Disabled people have more rights and recognition than perhaps any time in history. We know, both morally and legally, that removing barriers for disabled people to participate fully in society is the right thing to do.
That didn't stop a school in Bristol, U.K., from denying a 7-year-old blind girl her right to use a walking cane.
In a shockingly insensitive move, Hambrook Primary School banned Lily-Grace Hoops’ walking cane, saying it poses a high risk, as it could trip teachers and fellow students.
The school now instituted a full-time adult aide by Lily-Grace’s side in place of her walking stick, a decision termed “ridiculous” by her mother, Kristy Hoops.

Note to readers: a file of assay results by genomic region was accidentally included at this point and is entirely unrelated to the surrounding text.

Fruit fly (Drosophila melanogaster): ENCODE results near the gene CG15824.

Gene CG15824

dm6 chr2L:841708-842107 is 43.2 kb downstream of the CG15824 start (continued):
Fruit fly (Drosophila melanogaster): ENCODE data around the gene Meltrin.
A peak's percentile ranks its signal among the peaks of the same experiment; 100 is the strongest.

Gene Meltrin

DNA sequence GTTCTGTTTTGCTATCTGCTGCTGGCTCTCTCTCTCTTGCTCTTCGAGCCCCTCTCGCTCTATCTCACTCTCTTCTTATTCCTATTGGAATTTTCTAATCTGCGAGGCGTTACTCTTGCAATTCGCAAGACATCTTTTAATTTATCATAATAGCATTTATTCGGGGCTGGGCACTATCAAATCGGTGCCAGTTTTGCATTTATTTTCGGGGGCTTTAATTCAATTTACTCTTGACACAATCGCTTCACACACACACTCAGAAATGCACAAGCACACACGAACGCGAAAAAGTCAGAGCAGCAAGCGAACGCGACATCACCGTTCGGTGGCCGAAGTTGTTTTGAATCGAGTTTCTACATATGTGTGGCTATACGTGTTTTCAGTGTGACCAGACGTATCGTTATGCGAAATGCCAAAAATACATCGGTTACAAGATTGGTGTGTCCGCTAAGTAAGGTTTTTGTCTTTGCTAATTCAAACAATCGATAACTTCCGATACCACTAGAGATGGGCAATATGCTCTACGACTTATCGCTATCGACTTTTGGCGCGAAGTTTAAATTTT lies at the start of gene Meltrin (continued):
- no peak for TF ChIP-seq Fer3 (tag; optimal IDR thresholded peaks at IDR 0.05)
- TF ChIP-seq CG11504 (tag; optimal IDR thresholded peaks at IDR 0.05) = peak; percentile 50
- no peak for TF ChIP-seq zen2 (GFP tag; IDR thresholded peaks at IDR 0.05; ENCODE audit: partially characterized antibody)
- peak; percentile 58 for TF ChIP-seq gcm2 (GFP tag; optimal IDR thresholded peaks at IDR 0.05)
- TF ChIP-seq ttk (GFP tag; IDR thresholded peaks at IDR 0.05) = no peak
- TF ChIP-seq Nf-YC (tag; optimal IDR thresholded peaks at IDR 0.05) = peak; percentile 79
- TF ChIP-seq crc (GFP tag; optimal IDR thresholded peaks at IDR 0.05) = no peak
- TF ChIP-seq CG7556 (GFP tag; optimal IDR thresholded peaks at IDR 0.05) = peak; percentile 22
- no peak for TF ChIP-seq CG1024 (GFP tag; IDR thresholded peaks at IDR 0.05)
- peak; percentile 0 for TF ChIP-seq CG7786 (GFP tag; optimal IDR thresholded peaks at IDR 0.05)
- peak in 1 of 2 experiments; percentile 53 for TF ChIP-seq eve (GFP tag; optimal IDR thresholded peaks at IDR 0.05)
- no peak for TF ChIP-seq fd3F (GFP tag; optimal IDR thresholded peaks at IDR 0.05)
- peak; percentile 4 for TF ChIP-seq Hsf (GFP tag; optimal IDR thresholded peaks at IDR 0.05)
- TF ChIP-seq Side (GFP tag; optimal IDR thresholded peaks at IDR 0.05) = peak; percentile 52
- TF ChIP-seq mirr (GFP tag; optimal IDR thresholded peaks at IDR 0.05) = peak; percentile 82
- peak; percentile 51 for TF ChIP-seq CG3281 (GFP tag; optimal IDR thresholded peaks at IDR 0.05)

“When the school told me she can no longer bring her cane into school, I just thought this must be health and safety gone mad,” Hoops told the Bristol Post.
The school is now advising Lily-Grace to “walk carefully,” if on paving stones or wet surfaces.
“I am absolutely livid. What about the health and safety of my girl?” asks Hoops. “I like school, they are a good school, but this really is very poor advice.”
Hoops is rightfully worried how this step by the school will make her daughter dependent on having someone around her all the time in the school. Not only that will impede her learning process, it will also hamper a child’s natural desire to be able to feel independent in routine life.
Lily-Grace suffered a stroke days after she was born. As a result she lost her 3-D vision and was blinded in her right eye. She can now only see lights and colors in her left.
Watch a video of little Lily-Grace carefully walking on a pavement using her cane.
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